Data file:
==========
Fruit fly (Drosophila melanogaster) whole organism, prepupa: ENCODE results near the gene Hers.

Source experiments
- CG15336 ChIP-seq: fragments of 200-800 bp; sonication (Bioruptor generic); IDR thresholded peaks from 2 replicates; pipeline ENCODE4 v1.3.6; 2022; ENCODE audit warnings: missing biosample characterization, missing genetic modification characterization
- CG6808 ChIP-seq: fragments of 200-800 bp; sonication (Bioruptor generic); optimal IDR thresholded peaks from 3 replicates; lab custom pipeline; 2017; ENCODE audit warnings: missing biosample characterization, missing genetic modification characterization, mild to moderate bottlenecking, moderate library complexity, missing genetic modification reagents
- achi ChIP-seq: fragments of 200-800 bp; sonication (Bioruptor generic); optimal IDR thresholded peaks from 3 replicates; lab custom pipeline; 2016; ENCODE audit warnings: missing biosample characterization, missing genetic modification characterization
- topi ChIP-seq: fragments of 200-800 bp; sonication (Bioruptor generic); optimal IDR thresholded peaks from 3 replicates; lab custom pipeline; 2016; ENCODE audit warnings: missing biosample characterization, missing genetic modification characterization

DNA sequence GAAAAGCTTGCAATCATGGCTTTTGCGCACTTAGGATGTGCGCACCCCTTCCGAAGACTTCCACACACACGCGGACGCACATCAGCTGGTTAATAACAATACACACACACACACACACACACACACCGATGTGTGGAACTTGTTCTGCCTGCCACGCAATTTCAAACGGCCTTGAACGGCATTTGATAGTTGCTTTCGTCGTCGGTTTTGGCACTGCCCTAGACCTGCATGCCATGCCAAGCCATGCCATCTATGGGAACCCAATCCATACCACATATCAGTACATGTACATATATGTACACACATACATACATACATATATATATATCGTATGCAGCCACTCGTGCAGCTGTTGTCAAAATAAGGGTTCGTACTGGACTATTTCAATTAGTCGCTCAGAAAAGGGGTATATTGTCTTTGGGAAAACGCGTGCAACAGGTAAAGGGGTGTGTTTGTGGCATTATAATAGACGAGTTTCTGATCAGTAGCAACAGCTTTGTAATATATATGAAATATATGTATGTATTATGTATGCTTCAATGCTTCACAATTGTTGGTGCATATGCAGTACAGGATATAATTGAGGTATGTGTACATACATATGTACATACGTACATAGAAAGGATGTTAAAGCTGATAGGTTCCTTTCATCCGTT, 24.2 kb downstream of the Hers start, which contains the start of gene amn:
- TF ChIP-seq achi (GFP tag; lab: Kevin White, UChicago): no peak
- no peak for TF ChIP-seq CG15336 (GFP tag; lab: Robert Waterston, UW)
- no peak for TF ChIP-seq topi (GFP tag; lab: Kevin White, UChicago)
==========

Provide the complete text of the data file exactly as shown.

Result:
Fruit fly (Drosophila melanogaster) whole organism, prepupa: ENCODE results near the gene Hers.

Source experiments
- CG15336 ChIP-seq: fragments of 200-800 bp; sonication (Bioruptor generic); IDR thresholded peaks from 2 replicates; pipeline ENCODE4 v1.3.6; 2022; ENCODE audit warnings: missing biosample characterization, missing genetic modification characterization
- CG6808 ChIP-seq: fragments of 200-800 bp; sonication (Bioruptor generic); optimal IDR thresholded peaks from 3 replicates; lab custom pipeline; 2017; ENCODE audit warnings: missing biosample characterization, missing genetic modification characterization, mild to moderate bottlenecking, moderate library complexity, missing genetic modification reagents
- achi ChIP-seq: fragments of 200-800 bp; sonication (Bioruptor generic); optimal IDR thresholded peaks from 3 replicates; lab custom pipeline; 2016; ENCODE audit warnings: missing biosample characterization, missing genetic modification characterization
- topi ChIP-seq: fragments of 200-800 bp; sonication (Bioruptor generic); optimal IDR thresholded peaks from 3 replicates; lab custom pipeline; 2016; ENCODE audit warnings: missing biosample characterization, missing genetic modification characterization

DNA sequence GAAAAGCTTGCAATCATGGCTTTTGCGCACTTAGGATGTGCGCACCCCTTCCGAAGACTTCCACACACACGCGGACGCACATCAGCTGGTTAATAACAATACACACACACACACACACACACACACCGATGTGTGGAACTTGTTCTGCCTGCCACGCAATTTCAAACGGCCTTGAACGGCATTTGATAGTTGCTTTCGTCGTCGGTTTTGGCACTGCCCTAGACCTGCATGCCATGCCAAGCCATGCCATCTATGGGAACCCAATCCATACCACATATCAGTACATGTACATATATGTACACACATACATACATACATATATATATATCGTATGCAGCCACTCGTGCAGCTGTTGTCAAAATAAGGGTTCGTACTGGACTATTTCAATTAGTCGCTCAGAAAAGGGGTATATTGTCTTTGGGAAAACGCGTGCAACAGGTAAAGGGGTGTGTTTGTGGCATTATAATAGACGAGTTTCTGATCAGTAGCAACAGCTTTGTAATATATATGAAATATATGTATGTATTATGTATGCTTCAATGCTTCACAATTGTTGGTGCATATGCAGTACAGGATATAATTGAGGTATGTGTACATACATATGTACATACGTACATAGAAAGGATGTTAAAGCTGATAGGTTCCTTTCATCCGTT, 24.2 kb downstream of the Hers start, which contains the start of gene amn:
- TF ChIP-seq achi (GFP tag; lab: Kevin White, UChicago): no peak
- no peak for TF ChIP-seq CG15336 (GFP tag; lab: Robert Waterston, UW)
- no peak for TF ChIP-seq topi (GFP tag; lab: Kevin White, UChicago)